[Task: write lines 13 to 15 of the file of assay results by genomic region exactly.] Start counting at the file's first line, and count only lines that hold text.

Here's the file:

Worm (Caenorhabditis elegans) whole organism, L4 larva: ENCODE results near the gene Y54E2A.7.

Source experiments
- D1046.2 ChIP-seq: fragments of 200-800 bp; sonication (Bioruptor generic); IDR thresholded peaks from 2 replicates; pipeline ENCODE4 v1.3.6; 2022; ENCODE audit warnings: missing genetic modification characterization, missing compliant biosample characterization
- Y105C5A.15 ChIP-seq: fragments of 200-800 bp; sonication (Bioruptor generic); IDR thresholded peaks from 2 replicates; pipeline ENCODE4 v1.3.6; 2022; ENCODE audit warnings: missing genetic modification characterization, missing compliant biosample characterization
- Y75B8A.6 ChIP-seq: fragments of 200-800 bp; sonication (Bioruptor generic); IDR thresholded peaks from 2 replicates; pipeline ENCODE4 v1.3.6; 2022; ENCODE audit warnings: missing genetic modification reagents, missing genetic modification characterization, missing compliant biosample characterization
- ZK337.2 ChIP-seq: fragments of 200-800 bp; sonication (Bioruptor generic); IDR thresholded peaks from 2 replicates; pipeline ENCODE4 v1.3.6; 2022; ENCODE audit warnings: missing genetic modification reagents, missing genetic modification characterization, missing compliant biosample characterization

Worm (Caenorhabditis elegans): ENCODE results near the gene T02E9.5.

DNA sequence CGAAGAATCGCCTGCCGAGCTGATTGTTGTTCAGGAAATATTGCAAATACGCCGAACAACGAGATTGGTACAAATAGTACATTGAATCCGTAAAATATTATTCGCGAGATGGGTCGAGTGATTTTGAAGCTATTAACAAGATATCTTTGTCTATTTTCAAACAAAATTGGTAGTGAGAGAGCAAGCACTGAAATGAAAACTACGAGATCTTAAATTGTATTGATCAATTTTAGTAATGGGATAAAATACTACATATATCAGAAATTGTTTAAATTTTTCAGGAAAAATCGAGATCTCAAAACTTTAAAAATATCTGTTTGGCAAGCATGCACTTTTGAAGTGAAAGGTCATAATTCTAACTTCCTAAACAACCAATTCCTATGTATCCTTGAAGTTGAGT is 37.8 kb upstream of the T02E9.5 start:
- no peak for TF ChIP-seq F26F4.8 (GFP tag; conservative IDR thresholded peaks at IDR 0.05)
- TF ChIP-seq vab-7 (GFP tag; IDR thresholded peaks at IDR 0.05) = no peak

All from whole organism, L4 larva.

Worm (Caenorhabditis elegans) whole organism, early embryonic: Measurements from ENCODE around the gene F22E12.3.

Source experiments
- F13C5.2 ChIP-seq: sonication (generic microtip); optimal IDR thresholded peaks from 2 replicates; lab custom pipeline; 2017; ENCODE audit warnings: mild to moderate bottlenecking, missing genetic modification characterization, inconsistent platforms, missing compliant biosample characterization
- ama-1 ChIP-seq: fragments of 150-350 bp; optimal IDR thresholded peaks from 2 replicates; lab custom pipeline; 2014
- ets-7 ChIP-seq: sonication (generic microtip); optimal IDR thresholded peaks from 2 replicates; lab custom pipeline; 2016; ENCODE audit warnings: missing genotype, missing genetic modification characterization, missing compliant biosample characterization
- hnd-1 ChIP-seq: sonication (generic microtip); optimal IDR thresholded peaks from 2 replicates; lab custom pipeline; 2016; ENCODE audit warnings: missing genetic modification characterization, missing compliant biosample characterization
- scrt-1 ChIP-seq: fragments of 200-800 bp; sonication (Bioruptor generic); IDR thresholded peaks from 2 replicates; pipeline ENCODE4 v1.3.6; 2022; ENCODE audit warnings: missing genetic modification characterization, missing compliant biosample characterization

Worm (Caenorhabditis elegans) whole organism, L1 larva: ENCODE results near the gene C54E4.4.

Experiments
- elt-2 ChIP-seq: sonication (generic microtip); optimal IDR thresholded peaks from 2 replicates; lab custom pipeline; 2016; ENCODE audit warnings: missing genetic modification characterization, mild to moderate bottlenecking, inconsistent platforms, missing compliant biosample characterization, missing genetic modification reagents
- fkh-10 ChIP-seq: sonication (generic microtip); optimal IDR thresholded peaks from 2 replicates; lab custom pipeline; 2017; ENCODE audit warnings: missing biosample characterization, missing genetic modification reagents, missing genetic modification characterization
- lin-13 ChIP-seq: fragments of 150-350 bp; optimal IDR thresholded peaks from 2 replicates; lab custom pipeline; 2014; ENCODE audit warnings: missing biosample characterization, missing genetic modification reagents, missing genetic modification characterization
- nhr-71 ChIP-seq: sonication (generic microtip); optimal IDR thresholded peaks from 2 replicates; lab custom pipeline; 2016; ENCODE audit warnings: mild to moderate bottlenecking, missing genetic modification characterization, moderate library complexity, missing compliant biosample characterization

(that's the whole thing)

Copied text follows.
Source experiments
- F13C5.2 ChIP-seq: sonication (generic microtip); optimal IDR thresholded peaks from 2 replicates; lab custom pipeline; 2017; ENCODE audit warnings: mild to moderate bottlenecking, missing genetic modification characterization, inconsistent platforms, missing compliant biosample characterization
- ama-1 ChIP-seq: fragments of 150-350 bp; optimal IDR thresholded peaks from 2 replicates; lab custom pipeline; 2014